[5] Artificial flashes of a light emitting diode synchronized with GPS-signals were observed every one minute by the two cameras at the same time to match the sampling time with an error less than 10 ms. The 110 Hz data is downsampled to be 100 Hz by the linear interpolation in time. Positions of a number of stars are used to match each pixel of two different images obtained by the two cameras. The fields of view of two cameras are 9.5 deg × 9.5 deg, which is about 16 km × 16 km at 100 km altitude, centered at magnetic zenith. After applying all of the calibrations and spatiotemporal matching of two cameras, final images used in this study consist of 58 × 58 pixels (FOV = 8.5 × 8.5 deg) at a sampling rate of 100 Hz.

3. Results and Discussions

[6] Animation 1 shows an example of dynamic evolution of flickering aurora for one sec time interval. The flickering aurora was observed during a recovery phase of an auroral breakup which occurred during the recovery phase of a magnetic storm on 7 April 2010. The flickering aurora event occurred at 0823 UT in the pre-midnight sector (20.9 magnetic local time). The location of magnetic zenith is the very central pixel of the images.

[7] Figure 1 shows the time variation of flickering patches at 670.5 nm (Figure 1a) and 844.6 nm (Figure 1b). The horizontal range from A to B corresponds to 14.3 km at 100 km altitude, from East to West. To obtain higher signal to noise ratio, the intensity is vertically averaged within the white box in Animation 1 at each step. The flickering patches move eastward at approximately 50–60 km/s, and the frequency is about 6 Hz, as clearly seen in Figure 1a. From the intensity ratio between at the two wavelengths (Figure 1c), it is found that the leading edge of each flickering patch, i.e. eastward side of patch, tends to be more energetic than the trailing part, as identified by the subtle change in brightness of a cut through Figure 1c taken at a constant time, most clearly exemplified for t > 0.6 s. From a standard lag-correlation analysis between Figures 1a and 1b, it is found that the images at 845 nm have a systematic time delay of 10 ms (1 frame), and a systematic spatial shift of 0.5 km (2 pixels) in the West direction, relative to the 670 nm signal.

Figure 1.

The time variation of flickering patches during one sec time interval from 08:23:51 UT to 08:23:52 UT on 7 April 2010. Time advances to the top, and magnetic east is to the left. The intensity is scaled in arbitrary unit and color coded at (a) 670 nm and (b) 845 nm with (c) the intensity ratio between Figures 1a and 1b, where the lighter color indicate larger value. The horizontal range from A to B corresponds to those in Animation 1, ranging about 14.3 km at 100 km altitude from East to West.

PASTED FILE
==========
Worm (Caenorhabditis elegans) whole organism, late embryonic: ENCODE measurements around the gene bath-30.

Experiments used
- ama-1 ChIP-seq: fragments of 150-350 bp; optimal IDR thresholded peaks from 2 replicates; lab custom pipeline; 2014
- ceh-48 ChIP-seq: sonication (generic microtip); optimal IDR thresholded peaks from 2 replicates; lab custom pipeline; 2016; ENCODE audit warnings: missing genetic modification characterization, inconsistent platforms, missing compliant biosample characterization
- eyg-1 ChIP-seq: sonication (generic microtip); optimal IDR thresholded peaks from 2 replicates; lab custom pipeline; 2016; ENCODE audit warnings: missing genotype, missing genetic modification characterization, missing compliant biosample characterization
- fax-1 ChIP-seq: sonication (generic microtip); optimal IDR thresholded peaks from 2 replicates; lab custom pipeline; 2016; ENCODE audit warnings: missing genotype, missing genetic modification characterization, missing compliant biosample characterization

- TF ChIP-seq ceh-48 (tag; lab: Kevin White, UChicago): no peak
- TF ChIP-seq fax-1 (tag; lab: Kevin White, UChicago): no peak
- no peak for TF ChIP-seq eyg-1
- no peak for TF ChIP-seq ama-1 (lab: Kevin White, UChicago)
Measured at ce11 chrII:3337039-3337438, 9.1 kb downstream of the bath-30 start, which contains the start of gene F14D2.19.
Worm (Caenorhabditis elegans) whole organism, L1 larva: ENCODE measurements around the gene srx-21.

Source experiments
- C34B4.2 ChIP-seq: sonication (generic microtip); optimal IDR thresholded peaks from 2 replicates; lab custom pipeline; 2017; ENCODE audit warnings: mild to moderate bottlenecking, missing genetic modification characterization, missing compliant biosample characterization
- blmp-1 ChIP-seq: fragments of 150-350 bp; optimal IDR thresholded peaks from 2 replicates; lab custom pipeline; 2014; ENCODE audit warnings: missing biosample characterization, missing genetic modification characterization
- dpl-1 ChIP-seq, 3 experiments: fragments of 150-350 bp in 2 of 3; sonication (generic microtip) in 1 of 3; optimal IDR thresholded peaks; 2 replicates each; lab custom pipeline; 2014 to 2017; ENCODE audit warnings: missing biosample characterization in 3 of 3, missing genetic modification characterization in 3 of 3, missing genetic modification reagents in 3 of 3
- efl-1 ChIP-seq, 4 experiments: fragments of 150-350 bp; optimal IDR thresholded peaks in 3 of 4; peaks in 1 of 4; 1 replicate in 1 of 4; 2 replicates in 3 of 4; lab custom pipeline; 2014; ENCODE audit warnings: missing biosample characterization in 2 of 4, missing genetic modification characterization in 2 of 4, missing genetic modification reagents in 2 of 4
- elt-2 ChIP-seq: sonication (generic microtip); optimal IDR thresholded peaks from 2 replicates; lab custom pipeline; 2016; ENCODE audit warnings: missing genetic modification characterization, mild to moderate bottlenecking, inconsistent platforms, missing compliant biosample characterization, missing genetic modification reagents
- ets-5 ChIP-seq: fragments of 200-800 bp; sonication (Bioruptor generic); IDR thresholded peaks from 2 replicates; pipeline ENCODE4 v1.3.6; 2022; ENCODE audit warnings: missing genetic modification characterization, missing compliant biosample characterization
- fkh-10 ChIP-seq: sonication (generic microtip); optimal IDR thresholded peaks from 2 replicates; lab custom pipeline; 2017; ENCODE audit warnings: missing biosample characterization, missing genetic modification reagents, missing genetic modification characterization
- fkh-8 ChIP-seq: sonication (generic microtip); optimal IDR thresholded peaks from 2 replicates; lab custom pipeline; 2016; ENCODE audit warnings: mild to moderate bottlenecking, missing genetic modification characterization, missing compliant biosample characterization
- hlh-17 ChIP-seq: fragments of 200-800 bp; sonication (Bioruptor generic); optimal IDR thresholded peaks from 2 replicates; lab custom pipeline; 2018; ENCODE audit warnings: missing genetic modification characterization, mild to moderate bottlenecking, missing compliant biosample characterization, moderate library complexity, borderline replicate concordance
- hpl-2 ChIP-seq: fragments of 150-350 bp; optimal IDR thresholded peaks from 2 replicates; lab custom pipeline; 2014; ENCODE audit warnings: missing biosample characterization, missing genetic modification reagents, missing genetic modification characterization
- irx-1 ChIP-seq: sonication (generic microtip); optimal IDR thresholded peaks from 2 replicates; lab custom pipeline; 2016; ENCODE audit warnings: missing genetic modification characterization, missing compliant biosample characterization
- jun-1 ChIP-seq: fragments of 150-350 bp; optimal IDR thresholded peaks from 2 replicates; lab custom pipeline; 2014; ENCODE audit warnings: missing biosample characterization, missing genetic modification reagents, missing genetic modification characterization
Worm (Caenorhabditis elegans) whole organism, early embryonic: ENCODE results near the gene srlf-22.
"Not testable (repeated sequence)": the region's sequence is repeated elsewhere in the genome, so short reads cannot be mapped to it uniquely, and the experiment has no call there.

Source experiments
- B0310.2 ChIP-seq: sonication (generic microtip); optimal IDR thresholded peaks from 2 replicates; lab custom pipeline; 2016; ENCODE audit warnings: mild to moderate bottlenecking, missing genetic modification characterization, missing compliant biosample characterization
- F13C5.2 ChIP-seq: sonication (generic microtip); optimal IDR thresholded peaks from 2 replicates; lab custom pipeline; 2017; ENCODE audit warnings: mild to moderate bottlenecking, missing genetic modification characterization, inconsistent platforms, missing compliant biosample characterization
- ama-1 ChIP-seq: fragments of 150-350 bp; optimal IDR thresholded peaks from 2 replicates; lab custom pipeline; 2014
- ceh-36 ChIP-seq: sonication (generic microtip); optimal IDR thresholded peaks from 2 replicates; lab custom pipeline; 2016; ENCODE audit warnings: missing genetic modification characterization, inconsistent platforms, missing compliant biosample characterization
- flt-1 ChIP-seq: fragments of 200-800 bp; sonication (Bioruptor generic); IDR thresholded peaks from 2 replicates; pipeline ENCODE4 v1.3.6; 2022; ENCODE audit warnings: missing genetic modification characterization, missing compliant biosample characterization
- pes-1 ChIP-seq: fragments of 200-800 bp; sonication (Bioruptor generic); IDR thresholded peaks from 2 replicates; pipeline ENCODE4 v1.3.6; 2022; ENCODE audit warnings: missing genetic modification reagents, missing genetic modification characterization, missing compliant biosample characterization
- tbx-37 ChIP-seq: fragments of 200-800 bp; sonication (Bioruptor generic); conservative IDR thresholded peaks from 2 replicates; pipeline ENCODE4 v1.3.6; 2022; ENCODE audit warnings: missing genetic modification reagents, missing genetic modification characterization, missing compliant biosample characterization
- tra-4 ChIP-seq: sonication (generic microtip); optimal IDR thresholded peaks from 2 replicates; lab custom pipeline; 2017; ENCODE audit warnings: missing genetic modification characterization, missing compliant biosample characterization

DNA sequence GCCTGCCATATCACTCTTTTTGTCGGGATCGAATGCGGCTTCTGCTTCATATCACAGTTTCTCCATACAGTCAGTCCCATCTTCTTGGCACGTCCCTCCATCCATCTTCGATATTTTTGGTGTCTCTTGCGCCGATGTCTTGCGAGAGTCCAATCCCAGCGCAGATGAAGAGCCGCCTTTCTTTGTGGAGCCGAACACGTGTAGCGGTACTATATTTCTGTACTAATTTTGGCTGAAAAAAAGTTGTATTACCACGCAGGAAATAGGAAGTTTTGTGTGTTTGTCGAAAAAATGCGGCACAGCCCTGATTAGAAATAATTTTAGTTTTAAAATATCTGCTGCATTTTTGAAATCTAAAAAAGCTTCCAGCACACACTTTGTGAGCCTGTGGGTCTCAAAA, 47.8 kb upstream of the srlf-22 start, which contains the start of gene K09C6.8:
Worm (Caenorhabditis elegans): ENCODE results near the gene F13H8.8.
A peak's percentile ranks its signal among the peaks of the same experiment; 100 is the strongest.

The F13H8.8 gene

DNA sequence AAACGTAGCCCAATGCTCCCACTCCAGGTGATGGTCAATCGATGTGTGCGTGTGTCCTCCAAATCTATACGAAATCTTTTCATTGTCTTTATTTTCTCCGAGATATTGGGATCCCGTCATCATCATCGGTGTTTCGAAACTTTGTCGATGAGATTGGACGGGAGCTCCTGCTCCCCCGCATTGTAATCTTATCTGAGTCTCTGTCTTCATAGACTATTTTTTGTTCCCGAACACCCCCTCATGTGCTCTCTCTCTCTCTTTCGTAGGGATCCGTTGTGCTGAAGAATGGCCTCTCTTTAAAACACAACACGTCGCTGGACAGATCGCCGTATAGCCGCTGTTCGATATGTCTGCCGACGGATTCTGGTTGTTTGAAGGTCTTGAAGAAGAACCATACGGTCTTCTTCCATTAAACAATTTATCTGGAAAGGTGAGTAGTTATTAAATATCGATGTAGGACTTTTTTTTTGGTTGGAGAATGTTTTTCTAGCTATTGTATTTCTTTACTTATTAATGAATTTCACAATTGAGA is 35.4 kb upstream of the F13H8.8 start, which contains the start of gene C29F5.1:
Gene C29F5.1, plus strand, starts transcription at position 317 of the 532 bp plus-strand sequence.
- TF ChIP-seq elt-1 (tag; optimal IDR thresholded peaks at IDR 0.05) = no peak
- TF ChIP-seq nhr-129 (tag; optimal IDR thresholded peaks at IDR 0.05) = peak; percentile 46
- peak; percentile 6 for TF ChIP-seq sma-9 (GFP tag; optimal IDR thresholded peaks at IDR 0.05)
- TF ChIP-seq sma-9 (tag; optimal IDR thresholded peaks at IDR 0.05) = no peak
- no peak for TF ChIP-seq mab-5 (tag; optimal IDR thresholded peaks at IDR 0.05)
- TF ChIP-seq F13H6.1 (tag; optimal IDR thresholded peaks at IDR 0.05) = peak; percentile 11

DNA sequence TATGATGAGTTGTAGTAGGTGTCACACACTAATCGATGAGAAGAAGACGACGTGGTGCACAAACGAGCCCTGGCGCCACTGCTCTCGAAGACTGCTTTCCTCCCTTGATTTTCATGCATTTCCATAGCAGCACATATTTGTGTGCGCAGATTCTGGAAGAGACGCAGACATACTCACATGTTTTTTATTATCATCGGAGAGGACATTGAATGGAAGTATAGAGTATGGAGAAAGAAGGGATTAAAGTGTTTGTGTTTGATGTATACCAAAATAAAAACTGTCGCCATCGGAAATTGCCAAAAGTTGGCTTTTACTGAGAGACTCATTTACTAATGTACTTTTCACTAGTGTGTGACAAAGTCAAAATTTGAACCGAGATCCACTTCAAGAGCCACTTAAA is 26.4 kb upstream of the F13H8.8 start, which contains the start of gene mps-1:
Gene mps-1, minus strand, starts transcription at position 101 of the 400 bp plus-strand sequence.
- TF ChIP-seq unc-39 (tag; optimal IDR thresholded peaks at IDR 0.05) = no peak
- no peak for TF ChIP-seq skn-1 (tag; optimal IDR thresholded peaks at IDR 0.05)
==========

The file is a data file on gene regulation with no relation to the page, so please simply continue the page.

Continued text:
[8] Since the intensity ratio should be the ratio of integrated volume emission rate along the magnetic field line, the energy dependence of the ratio is only strictly valid for observations directly in the magnetic zenith. In our imaging observations, the emissions come from very different altitude ranges, and the difference in altitude between the emitting layers is sensitive to the energy of the primary electrons [e.g., Zettergren et al., 2007, Figure 5]. The emission ratio in this study is therefore sensitive to aspect angle to the magnetic field line, even over this small field of view.

[9] First, let us estimate some essential parameters assuming a simple beat pattern of two DAWs with two different angular frequencies ωα and ω + α. From a simple formula of trigonometric function, sin(ωα)t + sin(ω + α)t = 2sinωt cosαt. Also assuming the two different wave numbers of k − β and k + β perpendicular to the ambient magnetic field, the phase speed ω/k of a flickering pattern at angular frequency ω provides the mean perpendicular wave number k. From Figure 1, the phase speed at 100 km altitude is about 50–60 km/s and the frequency is about 6 Hz, the perpendicular wavelength of the DAWs mapped onto the 100 km altitude is therefore 8–10 km as calculated from the observed phase speed and the frequency. There is another way to estimate the perpendicular wavelength of DAWs, assuming that the patch size is a half of the perpendicular wavelength mapped onto the ionosphere. The apparent patch size is 3–5 km, and the perpendicular wavelength will be 6–10 km. The perpendicular wave number of a DAW calculated from the flickering patch speed and frequency matches the perpendicular wave number of a DAW calculated from the patch size, and so the observations fit well with the DAW interference theory for flickering aurora generation.